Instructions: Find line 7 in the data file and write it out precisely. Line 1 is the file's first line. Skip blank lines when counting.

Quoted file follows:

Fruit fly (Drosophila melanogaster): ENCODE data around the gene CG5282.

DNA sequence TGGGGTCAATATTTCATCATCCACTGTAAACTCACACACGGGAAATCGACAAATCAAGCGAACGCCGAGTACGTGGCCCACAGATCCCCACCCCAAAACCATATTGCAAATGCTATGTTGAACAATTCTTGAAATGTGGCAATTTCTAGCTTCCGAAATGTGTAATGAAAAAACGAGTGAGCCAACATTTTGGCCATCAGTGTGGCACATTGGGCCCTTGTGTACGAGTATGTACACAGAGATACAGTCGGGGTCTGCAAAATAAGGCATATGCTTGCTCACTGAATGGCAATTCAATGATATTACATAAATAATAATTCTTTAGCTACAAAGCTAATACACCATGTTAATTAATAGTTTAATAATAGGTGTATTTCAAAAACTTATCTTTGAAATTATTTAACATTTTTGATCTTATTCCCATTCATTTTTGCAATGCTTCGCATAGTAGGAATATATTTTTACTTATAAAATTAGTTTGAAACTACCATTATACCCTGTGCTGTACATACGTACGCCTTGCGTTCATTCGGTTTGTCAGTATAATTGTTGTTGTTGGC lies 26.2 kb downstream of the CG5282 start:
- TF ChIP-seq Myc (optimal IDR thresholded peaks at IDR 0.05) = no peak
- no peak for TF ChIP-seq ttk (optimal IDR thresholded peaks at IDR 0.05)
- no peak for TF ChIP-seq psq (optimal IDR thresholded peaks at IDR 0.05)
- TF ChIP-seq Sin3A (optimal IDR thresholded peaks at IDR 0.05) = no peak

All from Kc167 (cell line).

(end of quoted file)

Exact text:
All from Kc167 (cell line).